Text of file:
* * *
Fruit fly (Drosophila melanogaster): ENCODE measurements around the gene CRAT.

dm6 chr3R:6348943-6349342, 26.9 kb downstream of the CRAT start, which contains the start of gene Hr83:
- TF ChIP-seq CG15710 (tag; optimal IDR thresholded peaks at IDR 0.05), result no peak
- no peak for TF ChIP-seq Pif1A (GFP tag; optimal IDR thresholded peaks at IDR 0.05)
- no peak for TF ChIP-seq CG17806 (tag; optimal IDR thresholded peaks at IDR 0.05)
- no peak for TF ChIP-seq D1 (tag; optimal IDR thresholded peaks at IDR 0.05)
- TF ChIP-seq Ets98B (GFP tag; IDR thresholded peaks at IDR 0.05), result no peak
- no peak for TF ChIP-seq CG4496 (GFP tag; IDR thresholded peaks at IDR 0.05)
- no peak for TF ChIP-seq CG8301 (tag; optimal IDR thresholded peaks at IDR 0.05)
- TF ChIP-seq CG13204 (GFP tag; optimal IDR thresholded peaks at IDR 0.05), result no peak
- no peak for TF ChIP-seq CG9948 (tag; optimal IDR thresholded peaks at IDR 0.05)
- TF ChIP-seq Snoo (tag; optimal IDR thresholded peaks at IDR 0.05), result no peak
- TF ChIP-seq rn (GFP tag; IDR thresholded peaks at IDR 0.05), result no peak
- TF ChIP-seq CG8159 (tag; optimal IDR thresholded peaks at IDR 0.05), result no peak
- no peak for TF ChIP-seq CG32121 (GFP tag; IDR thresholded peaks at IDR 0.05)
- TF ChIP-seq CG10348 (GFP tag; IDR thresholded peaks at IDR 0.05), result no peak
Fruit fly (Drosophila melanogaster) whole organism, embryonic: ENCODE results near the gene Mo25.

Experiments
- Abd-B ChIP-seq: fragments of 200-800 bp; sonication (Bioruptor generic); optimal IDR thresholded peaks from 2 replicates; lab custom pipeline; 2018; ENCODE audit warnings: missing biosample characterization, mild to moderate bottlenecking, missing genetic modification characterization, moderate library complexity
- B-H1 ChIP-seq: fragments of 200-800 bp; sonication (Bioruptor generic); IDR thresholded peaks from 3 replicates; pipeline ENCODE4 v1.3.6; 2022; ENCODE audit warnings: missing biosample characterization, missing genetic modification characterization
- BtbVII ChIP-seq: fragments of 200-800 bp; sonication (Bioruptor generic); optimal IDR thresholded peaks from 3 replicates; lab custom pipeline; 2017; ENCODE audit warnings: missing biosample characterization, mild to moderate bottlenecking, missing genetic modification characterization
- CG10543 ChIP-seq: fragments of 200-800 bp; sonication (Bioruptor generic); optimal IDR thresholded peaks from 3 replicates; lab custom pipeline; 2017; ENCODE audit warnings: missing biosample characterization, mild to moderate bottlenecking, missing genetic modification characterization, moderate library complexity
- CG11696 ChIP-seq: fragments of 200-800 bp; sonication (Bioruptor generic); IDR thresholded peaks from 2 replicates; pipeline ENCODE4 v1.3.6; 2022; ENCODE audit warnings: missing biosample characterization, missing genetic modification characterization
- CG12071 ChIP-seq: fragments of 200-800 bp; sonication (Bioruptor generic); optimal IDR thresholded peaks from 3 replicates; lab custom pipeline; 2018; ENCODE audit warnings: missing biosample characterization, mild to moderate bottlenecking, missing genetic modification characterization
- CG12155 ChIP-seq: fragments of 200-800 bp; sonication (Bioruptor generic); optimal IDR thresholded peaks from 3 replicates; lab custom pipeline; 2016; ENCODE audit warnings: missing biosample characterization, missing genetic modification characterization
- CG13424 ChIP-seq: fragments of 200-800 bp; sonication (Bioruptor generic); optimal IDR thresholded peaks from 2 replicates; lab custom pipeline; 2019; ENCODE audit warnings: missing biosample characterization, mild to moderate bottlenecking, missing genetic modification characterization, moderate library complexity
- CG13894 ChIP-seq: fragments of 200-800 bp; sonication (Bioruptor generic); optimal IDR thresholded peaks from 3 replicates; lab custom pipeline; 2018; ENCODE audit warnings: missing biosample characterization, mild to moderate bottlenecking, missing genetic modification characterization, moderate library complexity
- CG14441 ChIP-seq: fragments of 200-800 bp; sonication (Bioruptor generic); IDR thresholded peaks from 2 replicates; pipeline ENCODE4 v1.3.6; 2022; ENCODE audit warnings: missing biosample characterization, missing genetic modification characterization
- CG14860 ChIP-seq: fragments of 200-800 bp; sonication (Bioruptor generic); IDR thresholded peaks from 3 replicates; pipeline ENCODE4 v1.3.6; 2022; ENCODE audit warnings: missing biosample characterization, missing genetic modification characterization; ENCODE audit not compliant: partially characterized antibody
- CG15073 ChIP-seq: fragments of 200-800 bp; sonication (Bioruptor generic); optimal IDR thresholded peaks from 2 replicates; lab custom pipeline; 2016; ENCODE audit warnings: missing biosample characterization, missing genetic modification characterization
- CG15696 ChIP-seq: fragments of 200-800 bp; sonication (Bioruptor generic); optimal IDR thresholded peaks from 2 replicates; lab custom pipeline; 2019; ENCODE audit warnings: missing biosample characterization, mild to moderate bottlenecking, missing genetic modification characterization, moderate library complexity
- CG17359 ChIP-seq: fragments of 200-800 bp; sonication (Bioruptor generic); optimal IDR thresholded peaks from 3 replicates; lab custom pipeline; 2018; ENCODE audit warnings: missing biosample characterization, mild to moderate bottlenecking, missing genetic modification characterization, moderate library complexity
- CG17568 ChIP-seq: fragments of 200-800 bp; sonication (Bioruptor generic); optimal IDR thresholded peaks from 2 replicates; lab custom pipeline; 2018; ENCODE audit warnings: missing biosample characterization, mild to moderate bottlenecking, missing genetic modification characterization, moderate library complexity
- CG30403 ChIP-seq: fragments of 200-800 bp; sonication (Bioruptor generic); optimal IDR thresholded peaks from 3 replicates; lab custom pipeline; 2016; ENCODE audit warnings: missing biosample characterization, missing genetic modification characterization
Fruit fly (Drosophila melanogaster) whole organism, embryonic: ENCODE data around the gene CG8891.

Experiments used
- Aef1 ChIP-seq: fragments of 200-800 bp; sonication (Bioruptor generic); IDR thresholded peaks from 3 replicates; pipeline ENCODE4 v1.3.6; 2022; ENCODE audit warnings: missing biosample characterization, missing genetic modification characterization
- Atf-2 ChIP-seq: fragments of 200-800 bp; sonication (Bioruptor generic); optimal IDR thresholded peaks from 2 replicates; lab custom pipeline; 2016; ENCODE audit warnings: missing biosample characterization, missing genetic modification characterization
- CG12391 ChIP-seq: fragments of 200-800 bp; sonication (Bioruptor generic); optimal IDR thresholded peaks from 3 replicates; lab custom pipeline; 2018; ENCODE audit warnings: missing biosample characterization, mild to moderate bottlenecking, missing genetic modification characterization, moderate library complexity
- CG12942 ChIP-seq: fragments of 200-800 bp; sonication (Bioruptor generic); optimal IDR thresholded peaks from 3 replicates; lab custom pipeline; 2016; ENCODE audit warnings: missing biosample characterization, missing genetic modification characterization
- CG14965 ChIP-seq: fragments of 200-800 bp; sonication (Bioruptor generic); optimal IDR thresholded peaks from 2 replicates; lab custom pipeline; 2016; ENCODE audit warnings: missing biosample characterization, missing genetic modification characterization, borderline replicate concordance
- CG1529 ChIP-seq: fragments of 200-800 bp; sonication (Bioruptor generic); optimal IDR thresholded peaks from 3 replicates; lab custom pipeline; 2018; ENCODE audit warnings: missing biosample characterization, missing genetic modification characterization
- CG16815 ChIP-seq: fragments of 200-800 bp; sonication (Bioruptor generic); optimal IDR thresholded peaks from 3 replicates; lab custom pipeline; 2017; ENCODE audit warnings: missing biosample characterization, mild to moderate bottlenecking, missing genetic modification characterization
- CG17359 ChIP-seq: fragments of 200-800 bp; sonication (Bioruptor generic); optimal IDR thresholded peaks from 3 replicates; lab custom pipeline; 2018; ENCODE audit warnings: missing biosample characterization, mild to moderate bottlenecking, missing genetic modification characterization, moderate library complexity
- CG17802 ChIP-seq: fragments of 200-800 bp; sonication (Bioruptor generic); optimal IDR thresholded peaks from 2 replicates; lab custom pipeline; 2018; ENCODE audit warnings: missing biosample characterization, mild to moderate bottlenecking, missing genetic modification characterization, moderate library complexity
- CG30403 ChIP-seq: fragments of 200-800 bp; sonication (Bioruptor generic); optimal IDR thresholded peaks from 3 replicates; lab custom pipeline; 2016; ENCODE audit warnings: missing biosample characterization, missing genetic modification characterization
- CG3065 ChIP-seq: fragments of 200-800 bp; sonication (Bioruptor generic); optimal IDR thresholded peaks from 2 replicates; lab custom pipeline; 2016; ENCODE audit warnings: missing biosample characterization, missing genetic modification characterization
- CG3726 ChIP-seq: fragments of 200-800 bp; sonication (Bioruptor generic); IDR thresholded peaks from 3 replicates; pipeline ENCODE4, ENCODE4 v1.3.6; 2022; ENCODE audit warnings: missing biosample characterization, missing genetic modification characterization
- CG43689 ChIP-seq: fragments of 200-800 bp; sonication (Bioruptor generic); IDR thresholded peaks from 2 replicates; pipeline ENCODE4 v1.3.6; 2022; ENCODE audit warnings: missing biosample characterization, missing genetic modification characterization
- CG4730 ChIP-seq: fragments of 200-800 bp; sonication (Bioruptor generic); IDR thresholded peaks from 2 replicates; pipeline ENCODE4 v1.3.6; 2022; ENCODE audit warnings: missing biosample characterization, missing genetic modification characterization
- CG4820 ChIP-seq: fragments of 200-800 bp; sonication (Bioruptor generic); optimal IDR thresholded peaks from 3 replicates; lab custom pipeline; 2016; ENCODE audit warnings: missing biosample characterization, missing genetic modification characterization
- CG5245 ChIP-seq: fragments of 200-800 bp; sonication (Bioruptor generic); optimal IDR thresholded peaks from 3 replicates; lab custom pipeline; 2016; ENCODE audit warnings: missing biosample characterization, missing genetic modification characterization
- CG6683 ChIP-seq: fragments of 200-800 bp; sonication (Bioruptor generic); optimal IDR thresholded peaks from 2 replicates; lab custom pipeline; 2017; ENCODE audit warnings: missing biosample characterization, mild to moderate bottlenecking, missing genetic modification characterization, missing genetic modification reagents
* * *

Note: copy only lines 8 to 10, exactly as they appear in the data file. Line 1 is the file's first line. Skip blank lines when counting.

- no peak for TF ChIP-seq CG4496 (GFP tag; IDR thresholded peaks at IDR 0.05)
- no peak for TF ChIP-seq CG8301 (tag; optimal IDR thresholded peaks at IDR 0.05)
- TF ChIP-seq CG13204 (GFP tag; optimal IDR thresholded peaks at IDR 0.05), result no peak